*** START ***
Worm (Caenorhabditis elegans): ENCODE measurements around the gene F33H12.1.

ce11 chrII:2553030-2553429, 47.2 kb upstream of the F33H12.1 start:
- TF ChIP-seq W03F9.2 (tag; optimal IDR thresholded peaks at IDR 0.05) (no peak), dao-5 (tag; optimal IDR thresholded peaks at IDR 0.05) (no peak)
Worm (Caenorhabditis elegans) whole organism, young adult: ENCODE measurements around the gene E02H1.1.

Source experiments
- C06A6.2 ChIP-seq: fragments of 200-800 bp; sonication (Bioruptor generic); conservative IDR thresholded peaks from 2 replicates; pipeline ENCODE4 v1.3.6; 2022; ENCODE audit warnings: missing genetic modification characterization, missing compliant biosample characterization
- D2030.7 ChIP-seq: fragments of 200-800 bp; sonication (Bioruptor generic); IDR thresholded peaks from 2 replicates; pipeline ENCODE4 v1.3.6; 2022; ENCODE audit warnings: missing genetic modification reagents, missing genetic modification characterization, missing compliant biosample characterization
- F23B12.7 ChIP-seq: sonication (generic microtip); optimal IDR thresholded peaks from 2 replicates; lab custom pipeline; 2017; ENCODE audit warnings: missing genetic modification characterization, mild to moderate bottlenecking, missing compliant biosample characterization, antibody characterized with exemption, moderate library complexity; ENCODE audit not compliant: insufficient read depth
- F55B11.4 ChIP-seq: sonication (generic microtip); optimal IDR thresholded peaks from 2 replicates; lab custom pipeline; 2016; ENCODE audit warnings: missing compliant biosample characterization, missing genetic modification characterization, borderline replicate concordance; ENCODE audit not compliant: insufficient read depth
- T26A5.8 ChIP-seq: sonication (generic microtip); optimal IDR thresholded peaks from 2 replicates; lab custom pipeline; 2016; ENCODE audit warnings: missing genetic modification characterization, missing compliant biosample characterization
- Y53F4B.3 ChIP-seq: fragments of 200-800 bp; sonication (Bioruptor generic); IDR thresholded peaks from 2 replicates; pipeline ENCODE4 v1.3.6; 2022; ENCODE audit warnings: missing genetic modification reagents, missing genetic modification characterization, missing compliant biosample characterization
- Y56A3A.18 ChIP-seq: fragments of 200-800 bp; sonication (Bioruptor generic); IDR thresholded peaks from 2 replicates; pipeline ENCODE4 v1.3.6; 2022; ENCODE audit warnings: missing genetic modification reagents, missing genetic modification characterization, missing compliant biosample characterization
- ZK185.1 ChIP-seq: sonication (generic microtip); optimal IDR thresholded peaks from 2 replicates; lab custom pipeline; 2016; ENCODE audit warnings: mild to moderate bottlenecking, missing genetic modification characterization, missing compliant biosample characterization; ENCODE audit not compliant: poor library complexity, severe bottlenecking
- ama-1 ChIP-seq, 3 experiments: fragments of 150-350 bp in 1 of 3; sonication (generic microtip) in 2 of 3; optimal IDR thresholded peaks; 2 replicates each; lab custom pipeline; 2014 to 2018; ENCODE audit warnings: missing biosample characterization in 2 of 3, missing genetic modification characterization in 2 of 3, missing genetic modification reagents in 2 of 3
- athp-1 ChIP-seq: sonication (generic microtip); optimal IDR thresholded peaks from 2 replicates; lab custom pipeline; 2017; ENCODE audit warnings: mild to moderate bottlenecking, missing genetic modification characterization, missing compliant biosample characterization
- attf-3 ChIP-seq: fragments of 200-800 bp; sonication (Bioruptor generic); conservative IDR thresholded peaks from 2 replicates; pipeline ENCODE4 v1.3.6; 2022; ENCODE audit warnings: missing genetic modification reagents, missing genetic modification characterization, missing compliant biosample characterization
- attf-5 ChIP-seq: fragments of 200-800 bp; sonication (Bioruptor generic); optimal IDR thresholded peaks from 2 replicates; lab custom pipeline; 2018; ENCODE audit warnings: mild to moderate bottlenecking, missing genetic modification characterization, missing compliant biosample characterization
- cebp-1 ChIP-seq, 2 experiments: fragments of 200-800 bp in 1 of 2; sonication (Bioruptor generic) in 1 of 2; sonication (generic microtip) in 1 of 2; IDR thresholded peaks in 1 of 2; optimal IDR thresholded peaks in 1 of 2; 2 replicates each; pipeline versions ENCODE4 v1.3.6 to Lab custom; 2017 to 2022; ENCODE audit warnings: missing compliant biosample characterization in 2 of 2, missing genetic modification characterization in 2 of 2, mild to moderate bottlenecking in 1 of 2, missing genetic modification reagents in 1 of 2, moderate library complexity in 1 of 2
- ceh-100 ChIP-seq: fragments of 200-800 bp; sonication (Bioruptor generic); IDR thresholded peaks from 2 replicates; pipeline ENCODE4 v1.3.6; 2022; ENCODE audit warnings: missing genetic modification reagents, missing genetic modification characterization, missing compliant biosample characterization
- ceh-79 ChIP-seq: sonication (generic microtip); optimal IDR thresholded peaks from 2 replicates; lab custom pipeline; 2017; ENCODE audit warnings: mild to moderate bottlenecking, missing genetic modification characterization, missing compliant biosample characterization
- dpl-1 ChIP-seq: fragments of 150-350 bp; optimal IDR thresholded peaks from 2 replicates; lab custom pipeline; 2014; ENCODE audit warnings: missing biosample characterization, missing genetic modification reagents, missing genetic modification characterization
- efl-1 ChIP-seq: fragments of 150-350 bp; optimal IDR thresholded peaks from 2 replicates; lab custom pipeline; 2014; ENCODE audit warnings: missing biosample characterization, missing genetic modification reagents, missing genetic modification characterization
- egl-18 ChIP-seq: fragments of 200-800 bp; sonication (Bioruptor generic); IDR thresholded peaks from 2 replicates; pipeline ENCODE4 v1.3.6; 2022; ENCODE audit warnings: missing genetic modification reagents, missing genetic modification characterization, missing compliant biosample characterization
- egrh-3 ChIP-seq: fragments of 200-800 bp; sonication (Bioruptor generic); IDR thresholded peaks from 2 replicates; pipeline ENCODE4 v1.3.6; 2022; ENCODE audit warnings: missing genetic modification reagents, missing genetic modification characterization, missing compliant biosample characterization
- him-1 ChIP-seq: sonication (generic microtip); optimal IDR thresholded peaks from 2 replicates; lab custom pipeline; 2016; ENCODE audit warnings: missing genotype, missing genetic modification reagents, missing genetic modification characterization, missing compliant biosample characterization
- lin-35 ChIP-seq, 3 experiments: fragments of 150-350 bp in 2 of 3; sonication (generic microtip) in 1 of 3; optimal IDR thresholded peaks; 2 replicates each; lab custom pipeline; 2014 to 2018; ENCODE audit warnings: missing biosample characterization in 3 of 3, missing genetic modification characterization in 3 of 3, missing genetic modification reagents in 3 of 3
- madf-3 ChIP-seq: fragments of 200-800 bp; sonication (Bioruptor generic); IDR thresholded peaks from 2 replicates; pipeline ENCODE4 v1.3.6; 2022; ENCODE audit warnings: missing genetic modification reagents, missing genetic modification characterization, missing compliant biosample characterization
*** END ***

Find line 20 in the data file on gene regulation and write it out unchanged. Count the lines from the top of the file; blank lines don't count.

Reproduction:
- ceh-79 ChIP-seq: sonication (generic microtip); optimal IDR thresholded peaks from 2 replicates; lab custom pipeline; 2017; ENCODE audit warnings: mild to moderate bottlenecking, missing genetic modification characterization, missing compliant biosample characterization